Legislators Split on Effect of New ComEd Law
State Senate President Cullerton praises new legislation to New Trier Democrats. Biss, Garrett and Nekritz disagree.
Power outages arising from a string of severe summer storms were on the mind of a number of people who came to hear state Senate President John Cullerton (D-Chicago) give the New Trier Township Democratic Organization an update on legislative affairs Sunday in Winnetka.
“Is something being done with an eye to reducing the problems with ComEd (Commonwealth Edison),” Ed Bancroft of Winnetka asked Cullerton. “Will the power outages be reduced?”
Cullerton took the opportunity to tell Bancroft and the rest of the crowd of more than 30 people at the Winnetka Community House about the latest legislation to regulate ComEd.
On Oct. 26, the General Assembly voted to override Gov. Patrick Quinn’s veto of smart grid legislation after tweaking the bill with additional consumer protection.
“ComEd is going to fix the grid by spending $2.5 billion,” Cullerton said. “When they spend the $2.5 billion, they will be able to go to the (Illinois) Commerce Commission (ICC) and get reimbursed. It’s a very, very fair bill.”
Cullerton explained the ICC will retain its oversight over ComEd. “ComEd will be better,” he said.
New Law is 'Corporate Giveaway'
One of Cullerton’s colleagues who was at the event, state Rep. Daniel Biss (D-Evanston), disagreed with Cullerton. Biss voted against the original bill and to sustain Quinn’s veto. He sees the new law as a corporate giveaway at the consumer’s expense.
“The new legislation did not increase the penalties enough and the return on equity is too high,” Biss said. “It’s still a good deal for ComEd at the consumer’s expense.”
Biss has previously said failure for ComEd to perform according to established standards should cost the utility more than it can afford. He also fears the failure to put a cap on the company’s potential return on its investment is too great a risk for Illinois’ citizens.
Under the current legislation, ComEd will reap a return on its $2.5 billion investment at 5.8 percent above the prevailing rate for U.S. Treasury securities. Those instruments are at an all-time low, according to Biss. Should they return to historic levels, the utility could reap a windfall.
Cullerton: Legislation Protects Consumer
While Cullerton believes the new legislation has sufficient consumer protection, state Sen. Susan Garrett (D-Lake Forest) voted to sustain the governor’s veto. She would prefer a cap on the return. She would rather leave regulation to the ICC.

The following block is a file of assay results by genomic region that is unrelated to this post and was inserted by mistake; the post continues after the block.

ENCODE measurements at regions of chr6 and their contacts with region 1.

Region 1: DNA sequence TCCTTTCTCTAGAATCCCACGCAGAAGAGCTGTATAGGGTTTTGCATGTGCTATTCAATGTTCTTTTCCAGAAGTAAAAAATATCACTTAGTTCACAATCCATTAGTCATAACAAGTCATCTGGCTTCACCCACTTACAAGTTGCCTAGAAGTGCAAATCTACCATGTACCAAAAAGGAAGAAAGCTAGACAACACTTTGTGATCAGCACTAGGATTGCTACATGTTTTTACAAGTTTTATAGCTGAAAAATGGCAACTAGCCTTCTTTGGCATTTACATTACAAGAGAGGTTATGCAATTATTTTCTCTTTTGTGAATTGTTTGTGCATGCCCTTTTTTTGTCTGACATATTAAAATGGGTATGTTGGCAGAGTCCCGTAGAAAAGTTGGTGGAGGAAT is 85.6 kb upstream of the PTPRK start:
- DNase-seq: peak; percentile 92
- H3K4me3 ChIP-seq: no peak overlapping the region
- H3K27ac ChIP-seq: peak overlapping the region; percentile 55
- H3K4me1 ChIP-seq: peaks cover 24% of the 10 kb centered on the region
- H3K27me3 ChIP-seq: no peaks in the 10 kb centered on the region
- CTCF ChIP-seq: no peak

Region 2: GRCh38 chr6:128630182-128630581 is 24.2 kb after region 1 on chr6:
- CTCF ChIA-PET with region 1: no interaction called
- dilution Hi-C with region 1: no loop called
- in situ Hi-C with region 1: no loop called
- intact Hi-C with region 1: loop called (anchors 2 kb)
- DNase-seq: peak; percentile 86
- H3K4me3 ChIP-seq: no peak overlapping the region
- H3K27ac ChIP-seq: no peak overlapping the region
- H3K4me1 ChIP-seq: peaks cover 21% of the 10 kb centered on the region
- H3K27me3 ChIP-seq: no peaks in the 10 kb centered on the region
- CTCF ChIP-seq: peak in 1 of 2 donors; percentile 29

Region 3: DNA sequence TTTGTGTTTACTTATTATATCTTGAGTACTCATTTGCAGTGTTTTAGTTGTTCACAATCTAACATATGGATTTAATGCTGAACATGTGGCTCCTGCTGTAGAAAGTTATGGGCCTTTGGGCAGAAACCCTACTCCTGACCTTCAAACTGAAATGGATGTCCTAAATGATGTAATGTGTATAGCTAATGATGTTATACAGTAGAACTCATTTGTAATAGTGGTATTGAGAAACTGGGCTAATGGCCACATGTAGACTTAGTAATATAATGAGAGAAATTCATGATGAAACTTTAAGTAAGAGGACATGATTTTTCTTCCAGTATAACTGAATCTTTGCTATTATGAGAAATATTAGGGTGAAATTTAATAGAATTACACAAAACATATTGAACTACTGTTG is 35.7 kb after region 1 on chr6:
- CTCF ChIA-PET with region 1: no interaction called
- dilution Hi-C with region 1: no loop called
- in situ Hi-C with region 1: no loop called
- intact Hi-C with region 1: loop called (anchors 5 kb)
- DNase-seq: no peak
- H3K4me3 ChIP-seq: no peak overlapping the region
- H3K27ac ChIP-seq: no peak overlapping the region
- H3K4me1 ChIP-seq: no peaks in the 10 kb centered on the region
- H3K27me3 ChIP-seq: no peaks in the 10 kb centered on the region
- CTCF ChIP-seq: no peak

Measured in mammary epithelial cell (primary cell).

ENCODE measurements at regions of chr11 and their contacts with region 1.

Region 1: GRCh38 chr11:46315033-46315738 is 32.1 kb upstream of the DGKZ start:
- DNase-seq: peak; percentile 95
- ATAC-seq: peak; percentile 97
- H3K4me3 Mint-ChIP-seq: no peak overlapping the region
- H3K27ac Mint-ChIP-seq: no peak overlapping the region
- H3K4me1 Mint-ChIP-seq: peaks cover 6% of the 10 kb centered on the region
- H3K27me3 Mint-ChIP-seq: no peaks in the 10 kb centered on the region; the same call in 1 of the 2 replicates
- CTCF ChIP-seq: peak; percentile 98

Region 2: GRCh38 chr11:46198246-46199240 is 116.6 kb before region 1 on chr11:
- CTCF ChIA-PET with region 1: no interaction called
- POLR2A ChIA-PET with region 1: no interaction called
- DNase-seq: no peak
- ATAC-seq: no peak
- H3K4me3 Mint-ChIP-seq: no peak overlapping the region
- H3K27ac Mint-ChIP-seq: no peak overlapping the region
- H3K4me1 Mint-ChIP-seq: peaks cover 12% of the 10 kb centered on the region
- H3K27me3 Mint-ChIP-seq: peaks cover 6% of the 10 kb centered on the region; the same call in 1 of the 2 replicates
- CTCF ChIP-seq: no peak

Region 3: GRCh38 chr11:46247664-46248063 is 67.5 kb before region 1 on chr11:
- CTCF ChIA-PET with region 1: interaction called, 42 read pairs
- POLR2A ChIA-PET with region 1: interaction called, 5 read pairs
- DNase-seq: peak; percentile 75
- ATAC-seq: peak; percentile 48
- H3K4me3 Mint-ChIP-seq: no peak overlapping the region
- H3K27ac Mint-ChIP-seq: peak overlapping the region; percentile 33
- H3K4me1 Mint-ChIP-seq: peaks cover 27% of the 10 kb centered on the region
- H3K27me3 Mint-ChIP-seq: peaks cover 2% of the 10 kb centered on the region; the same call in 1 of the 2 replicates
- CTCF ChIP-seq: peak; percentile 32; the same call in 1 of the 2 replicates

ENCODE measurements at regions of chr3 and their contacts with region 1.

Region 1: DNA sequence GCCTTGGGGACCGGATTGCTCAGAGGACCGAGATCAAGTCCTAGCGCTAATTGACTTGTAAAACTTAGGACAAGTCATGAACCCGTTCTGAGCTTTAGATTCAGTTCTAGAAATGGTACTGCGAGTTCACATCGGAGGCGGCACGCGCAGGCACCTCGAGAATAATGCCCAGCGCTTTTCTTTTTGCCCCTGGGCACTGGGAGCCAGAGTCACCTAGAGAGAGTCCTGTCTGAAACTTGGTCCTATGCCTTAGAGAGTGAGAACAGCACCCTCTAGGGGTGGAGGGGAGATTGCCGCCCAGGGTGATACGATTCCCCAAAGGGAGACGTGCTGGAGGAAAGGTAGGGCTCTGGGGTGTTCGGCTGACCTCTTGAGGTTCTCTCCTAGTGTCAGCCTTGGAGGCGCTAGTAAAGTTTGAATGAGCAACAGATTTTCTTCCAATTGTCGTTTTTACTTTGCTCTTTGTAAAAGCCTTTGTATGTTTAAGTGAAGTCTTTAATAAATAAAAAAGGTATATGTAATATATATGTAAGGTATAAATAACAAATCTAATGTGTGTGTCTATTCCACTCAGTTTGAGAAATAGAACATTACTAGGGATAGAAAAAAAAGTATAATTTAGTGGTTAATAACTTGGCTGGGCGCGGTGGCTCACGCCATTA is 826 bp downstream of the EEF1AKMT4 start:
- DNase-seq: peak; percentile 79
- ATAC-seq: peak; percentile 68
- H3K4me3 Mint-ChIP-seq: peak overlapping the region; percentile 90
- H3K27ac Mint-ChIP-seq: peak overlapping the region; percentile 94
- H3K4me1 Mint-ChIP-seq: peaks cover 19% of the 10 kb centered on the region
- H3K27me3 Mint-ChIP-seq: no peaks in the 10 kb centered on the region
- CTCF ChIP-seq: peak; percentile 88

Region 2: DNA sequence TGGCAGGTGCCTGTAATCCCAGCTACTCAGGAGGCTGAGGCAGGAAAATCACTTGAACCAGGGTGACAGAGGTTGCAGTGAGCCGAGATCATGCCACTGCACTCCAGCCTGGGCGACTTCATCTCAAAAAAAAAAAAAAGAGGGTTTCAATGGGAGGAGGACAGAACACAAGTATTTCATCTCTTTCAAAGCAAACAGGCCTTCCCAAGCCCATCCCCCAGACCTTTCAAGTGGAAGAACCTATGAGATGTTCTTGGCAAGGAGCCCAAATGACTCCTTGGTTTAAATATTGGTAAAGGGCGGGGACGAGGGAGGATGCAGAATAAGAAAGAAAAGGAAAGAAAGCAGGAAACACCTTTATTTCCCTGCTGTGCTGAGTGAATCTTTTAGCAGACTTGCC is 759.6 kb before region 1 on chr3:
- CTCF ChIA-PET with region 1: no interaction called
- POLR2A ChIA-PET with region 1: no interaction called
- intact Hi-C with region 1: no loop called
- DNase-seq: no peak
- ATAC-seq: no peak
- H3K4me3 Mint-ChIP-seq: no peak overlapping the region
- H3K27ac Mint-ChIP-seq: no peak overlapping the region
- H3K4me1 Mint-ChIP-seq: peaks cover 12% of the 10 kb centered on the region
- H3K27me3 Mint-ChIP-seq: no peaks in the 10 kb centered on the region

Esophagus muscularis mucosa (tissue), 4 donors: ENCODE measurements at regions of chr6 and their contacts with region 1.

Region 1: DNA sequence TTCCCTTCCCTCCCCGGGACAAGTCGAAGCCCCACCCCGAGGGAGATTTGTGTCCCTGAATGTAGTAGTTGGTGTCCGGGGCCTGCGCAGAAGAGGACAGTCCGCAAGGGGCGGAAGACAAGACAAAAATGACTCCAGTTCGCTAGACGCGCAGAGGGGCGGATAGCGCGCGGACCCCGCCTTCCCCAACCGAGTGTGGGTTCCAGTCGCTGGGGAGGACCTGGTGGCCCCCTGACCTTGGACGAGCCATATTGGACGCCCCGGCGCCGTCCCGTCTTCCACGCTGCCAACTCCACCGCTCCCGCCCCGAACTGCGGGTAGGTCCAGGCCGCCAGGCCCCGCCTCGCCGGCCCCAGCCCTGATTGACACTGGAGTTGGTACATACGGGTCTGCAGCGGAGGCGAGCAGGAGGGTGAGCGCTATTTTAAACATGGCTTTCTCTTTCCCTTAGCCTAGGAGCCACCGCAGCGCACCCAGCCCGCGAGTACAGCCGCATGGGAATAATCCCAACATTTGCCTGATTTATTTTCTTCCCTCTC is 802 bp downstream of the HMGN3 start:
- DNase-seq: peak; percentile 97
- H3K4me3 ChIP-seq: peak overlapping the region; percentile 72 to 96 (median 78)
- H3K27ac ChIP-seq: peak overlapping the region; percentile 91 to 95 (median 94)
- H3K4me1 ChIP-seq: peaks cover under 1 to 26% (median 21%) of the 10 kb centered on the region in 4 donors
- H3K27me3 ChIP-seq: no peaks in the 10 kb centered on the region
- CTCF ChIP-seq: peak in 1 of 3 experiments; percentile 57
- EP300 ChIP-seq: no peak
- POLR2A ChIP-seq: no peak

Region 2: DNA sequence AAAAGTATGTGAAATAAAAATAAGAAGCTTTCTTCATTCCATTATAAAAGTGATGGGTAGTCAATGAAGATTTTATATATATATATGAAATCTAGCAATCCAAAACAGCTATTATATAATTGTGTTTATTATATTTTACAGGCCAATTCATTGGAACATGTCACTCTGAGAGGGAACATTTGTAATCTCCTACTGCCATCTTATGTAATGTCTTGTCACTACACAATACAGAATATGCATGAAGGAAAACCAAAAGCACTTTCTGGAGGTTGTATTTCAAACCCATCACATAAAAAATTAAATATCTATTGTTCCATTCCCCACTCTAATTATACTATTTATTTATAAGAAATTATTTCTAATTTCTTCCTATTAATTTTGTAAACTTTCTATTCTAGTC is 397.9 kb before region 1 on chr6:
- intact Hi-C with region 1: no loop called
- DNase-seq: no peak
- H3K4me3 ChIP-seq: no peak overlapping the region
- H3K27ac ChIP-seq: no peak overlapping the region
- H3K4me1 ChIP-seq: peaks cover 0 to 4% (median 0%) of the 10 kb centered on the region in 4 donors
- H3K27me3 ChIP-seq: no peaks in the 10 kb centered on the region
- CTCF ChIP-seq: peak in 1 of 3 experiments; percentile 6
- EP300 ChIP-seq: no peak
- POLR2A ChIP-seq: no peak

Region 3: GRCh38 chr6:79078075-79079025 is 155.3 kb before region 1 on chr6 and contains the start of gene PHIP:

“I wanted this tied to the trailer (companion) bill, which would hold ComEd accountable for performance and communication failures,” Garrett said.
On Oct. 11, Garrett, state Rep. Karen May (D-Highland Park) and state Rep. Elaine Nekritz (D-Northbrook) appeared at a news conference with the Northwest Municipal Conference. The organization represents many of the communities in the northern suburbs.
Numerous elected officials and managers from communities in the northern suburbs urged the legislature to sustain the veto at that event. Garrett and Nekritz wanted the veto upheld while May voted for the new proposal.
May believes the companion bill gave consumers sufficient protection and held ComEd accountable. She also said service would improve service with a better infrastructure.
“We got a lot of improvements,” May said. “It’s not perfect, but we need to invest in our infrastructure.”
The companion legislation requires improved operation from ComEd in a number of areas including reliability in hard hit areas, communication and overall performance. Failure will result in financial penalties.
Compromise Nets Degree of Accountability
Officials from the Northwest Municipal Conference withdrew their objection when they received sufficient assurances ComEd’s performance and communication would improve.
“They (ComEd) agreed to enter into an agreement with us which we can file with the ICC,” Glenview Village Manager Todd Hileman said.
Hileman spearheaded the group of municipalities seeking better service at Garrett’s behest. “It’s not ideal but we’re happy with the accountability,” he said.
Municipalities throughout the northern suburbs will be able to seek compensation from the ICC should ComEd violate the agreement. For Hileman, it is a compromise, not perfection.
“We would rather have it contained in legislation,” he said.